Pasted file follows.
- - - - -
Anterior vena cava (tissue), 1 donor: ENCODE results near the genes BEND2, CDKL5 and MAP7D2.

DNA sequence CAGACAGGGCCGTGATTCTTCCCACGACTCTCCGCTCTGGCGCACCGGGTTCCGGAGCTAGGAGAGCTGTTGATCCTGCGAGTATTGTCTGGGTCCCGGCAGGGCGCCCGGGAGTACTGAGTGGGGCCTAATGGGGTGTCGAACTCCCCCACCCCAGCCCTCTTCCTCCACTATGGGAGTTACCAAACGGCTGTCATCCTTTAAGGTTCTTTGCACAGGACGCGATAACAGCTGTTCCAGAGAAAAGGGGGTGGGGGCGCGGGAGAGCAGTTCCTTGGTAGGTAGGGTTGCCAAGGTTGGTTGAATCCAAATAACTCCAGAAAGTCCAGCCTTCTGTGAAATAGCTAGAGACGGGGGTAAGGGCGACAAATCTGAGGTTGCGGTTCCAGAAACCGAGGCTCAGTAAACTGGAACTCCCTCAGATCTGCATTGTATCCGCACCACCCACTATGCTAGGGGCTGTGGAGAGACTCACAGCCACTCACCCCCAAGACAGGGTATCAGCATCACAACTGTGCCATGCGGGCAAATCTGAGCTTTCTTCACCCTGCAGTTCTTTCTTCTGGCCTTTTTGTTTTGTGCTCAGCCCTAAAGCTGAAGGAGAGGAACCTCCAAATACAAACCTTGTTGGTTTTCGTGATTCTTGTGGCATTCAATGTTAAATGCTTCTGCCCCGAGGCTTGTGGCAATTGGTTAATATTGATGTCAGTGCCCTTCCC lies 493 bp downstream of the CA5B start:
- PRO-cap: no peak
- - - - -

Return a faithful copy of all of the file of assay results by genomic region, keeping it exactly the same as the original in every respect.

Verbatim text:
Anterior vena cava (tissue), 1 donor: ENCODE results near the genes BEND2, CDKL5 and MAP7D2.

DNA sequence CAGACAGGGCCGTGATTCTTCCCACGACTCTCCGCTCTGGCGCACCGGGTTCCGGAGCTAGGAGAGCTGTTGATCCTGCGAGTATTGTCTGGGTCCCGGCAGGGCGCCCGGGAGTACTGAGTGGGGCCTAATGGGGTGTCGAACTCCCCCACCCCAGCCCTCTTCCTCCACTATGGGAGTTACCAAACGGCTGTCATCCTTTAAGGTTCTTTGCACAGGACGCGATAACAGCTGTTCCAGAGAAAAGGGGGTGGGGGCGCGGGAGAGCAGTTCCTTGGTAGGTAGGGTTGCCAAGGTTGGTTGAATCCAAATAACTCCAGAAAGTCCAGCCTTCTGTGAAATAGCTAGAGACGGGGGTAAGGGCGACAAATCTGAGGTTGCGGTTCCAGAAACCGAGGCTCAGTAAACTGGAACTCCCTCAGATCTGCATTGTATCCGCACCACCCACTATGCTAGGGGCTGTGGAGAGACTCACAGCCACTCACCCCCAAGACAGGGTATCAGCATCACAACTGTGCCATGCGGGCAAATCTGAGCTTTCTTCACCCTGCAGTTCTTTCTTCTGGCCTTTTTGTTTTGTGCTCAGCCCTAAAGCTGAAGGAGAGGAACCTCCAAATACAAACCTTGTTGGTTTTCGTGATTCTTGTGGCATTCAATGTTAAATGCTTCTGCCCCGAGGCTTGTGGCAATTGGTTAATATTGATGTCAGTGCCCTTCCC lies 493 bp downstream of the CA5B start:
- PRO-cap: no peak